"Naturally, the importance of such a grant for my research career is not to be underestimated. Besides securing employment for a couple of years, the grant also provides me with unique opportunities for bringing my international network together in Aarhus and carrying out relatively expensive data collections in Africa, allowing me to get a lot of experience with research management.”

Associate professor of economics Mette Trier Damgaard has received DKK 2,878,978 for the project 'Behavioural sources and mediators of health inequality'. She will investigate the sources of social inequality in health outcomes in socially deprived neighbourhoods. These have seen both high infection numbers and low vaccine take-up in connection with the corona crisis. The project examines the sources among Danish families with a type 1 diabetic child. This is an ideal setting for the study in a research perspective because the diagnosis itself is nearly random and not related to lifestyle, whereas interventions to combat the disease are.

"With the support of the Inge Lehmann grant, I can finance the data collection and bring researchers with different academic backgrounds together. I am looking forward to this task. On a more general level, the grant will contribute to a greater understanding of the sources of undesirable behaviour and tools for influencing behaviour. These are research topics I am personally interested in, and for this reason, I am very pleased that I can continue to study this area in depth and develop my personal career as a researcher, nationally as well as internationally,” Mette Trier Damgaard says about receiving the grant.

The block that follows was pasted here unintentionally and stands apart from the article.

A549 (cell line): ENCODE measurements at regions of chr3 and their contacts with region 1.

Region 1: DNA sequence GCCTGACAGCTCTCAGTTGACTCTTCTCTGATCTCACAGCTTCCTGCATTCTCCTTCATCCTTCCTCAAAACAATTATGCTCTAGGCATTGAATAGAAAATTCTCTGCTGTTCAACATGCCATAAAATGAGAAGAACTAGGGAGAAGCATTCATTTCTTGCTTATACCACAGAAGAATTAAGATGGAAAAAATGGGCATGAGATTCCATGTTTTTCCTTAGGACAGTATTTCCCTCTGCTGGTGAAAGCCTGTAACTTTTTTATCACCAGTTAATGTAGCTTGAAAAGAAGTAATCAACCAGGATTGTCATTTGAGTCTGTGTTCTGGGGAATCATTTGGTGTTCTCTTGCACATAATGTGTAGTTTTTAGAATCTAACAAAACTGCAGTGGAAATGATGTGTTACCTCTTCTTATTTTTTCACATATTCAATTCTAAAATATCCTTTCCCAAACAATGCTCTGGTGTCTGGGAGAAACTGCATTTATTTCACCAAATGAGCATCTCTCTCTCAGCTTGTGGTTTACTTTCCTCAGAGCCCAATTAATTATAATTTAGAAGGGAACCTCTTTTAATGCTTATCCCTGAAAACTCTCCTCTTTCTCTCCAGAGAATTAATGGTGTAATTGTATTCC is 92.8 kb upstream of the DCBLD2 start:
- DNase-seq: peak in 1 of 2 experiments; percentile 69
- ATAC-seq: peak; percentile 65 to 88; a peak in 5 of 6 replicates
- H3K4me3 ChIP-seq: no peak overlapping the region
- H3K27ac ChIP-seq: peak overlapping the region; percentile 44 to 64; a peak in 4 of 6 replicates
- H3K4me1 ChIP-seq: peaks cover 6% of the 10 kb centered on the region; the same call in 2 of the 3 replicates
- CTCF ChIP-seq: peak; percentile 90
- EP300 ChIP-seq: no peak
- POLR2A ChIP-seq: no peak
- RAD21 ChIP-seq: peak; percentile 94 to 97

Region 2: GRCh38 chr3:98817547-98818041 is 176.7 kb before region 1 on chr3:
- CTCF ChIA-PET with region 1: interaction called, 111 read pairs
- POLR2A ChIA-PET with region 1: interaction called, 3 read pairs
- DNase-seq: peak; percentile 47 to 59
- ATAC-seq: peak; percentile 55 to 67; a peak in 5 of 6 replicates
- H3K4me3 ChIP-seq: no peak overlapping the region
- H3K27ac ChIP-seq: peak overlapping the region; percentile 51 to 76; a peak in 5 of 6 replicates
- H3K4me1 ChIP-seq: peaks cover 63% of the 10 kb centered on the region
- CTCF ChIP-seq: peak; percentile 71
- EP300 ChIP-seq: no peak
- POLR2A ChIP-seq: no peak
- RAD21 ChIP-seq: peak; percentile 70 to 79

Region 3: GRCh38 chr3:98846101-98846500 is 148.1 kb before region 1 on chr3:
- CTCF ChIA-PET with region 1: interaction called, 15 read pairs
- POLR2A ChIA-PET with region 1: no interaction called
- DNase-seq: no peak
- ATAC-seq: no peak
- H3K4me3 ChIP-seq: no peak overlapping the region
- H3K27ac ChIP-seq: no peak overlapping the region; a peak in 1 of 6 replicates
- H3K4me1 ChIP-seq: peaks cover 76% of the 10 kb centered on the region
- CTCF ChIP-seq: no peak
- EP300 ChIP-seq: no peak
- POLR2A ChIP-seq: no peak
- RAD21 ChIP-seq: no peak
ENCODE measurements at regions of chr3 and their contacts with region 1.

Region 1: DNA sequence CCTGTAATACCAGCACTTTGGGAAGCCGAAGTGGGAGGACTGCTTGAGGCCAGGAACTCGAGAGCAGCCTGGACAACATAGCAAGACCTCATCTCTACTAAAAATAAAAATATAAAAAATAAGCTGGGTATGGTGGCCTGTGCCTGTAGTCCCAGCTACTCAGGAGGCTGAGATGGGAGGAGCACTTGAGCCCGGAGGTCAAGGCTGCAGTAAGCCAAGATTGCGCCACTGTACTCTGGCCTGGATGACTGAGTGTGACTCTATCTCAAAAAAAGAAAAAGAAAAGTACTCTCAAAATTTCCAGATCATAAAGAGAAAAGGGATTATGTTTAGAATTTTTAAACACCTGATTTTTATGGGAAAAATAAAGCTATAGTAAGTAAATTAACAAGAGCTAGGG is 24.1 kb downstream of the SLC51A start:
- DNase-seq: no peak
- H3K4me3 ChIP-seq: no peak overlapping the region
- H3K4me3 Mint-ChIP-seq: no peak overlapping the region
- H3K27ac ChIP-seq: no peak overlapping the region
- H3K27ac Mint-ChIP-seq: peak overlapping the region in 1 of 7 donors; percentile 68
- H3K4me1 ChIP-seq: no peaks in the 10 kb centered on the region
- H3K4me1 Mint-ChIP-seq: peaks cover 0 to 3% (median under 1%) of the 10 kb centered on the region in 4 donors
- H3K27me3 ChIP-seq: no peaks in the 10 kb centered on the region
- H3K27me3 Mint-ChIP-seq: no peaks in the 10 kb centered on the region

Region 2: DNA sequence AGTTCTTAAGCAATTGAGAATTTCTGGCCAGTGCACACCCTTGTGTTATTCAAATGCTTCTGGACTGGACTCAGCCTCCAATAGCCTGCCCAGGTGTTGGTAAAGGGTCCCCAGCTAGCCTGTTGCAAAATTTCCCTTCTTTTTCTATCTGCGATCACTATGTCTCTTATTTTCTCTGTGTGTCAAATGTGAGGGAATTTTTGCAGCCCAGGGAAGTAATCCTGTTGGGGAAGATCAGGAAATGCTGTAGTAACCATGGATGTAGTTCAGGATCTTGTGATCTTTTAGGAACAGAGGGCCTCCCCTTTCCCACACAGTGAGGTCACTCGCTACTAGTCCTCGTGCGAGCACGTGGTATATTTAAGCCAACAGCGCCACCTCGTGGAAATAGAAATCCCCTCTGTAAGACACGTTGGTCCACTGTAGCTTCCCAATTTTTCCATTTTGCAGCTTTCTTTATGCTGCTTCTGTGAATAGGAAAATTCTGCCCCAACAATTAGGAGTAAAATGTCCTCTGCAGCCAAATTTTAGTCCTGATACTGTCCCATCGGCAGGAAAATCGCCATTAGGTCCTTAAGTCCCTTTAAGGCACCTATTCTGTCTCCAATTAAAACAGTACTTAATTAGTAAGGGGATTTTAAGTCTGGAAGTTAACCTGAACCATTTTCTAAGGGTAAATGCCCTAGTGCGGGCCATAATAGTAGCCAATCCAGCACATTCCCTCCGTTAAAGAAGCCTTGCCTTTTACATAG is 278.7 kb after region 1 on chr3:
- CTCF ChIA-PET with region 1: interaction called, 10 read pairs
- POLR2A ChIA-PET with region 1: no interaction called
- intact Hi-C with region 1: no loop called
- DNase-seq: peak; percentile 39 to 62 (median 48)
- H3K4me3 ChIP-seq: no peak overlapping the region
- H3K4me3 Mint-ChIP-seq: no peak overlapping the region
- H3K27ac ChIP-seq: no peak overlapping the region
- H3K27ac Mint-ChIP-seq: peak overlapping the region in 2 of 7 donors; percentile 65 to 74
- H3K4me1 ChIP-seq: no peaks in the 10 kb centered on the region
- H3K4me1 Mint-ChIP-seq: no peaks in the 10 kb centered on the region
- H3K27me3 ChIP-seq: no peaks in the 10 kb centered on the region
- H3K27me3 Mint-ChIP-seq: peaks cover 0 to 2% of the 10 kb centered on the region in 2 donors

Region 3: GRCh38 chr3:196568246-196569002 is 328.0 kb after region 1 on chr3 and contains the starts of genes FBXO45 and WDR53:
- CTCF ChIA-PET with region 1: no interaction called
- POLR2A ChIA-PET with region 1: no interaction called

Associate professor Niels Skipper from the Department of Economics and Business Economics is also part of Mette Trier Damgaard's project, just like Jannet Svensson (University of Copenhagen and Herlev Hospital) and Justin Sydnor (University of Wisconsin – Maddison).